Tuesday, March 12, 2013

Climate science is pseudoscience(?)

So says Ivo Vegter in his latest column, calling up the spirit of Karl Popper.

I drop by in several places in the comments, saying that this pretty much utter nonsense according to any reasonable definition of the falsifiability criteria. For example:
[...]As it happens, Ivo has also beautifully misconstrued the application of Popper's insights, by consistently conflating the actual science with the response to that science by various parties.
[...]At its heart, falsification is about using an underlying set of theories to make predictions that can be tested against the relevant evidence. The theory of (man-made) climate change satisfies the falsifiability criteria across multiple dimensions. The fundamental pretexts of climate science are rooted in physics that has been understood and tested since the early contributions of Fourier, Tyndall and Arrenhuis in the nineteenth century. For their part, modern day climate models absolutely meet the Popperian standards. Not only do they forecast how climate phenomena will evolve under conditions of continued emissions, but (crucially) they have been extremely successful in hindcasting previous changes to the climate. Indeed, this accurate replication of past events is how they are selected in the first place…
As part of his reply to this comment, Ivo made the strange assertion that the ability to hindcast models is weakened by the fact that these models can be "tweaked" to accurately match the observed data. I respond:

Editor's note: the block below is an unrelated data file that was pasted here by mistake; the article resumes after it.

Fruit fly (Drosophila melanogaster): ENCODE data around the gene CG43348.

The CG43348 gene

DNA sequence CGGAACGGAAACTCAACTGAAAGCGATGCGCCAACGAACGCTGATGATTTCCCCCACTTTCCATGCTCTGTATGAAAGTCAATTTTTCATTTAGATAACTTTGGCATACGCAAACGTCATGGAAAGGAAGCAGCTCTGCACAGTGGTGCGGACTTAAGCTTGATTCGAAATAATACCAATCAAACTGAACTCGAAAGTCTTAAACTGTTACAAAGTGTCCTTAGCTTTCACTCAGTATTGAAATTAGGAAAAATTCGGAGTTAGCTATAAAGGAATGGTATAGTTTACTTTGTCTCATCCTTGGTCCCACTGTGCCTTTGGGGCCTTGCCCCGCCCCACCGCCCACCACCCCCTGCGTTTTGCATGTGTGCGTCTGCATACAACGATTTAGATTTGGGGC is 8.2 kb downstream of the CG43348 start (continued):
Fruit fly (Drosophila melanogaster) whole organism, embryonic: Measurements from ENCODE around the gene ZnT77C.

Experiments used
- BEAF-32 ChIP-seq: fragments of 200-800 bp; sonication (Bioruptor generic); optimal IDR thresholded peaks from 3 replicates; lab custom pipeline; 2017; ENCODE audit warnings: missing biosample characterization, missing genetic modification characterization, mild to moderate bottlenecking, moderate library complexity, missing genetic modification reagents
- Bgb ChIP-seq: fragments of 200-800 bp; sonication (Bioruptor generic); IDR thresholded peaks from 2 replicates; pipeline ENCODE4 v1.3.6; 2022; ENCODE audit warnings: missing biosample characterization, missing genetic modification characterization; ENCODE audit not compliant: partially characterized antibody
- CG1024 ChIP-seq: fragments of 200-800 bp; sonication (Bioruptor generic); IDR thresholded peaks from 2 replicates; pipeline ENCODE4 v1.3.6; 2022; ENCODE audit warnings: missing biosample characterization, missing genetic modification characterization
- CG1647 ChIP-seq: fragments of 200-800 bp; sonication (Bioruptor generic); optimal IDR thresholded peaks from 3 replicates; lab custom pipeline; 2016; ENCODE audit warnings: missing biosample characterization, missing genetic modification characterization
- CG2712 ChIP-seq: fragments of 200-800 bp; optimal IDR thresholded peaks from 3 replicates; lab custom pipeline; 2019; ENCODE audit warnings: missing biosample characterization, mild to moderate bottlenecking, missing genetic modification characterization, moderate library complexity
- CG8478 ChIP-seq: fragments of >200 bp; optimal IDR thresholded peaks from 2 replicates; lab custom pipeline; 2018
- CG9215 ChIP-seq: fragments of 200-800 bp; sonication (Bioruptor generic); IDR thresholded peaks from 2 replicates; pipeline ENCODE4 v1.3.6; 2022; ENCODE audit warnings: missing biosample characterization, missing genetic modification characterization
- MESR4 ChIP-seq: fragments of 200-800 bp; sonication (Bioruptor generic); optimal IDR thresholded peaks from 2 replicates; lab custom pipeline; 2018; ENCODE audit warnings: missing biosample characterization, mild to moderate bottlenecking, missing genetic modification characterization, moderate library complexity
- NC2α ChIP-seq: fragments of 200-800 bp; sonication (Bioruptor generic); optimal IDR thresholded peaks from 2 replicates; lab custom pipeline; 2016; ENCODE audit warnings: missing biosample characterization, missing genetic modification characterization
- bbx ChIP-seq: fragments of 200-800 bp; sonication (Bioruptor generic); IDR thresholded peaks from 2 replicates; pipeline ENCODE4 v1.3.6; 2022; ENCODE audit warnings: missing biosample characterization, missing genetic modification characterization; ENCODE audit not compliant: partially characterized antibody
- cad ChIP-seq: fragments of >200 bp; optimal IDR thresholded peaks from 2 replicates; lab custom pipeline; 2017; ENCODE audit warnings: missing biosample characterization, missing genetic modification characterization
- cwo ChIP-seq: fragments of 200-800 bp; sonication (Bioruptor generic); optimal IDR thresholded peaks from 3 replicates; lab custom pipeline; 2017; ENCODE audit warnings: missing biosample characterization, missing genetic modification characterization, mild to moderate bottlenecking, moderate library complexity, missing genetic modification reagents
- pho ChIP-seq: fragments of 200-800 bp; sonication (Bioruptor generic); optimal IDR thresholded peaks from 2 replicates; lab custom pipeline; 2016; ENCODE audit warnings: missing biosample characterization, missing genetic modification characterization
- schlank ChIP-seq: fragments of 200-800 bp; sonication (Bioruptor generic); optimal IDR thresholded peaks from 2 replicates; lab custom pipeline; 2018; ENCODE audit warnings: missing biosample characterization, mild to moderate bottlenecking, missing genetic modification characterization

How is it a case against climate scientists that they were able to benchmark their theories against against a historic record with "perfect hindsight"? Speaking as someone with a fairly considerable amount of scientific training, that actually sounds pretty ideal. Models were back-tested, refined and then discarded in favour of ones that better fit the data... pretty much in exact accordance with the scientific method.
For the record, I am well aware that Popper's falsification doctrine is not without its problems. Still, and at the very least, if someone is going to invoke his authority to make specific claims, then they should at least make sure they are accurate within that framework.

UPDATE: Oh God, it gets worse. Someone responds to me with the immortal line: "I have not done the research but from my own basic calculations..." *headvice*

UPDATE 2: See this excellent 2005 post by NASA's Gavin Schmidt: Is Climate Modelling Science? It concludes: "So, in summary, the model results are compared to data, and if there is a mismatch, both the data and the models are re-examined. Sometimes the models can be improved, sometimes the data was mis-interpreted. Every time this happens and we get improved matches between them, we have a little more confidence in their projections for the future, and we go out and look for better tests. That is in fact pretty close to the textbook definition of science."


  1. Grant,

    Your responses to Ivo are like gold for me... the best I can manage is some give and take on Twitter :)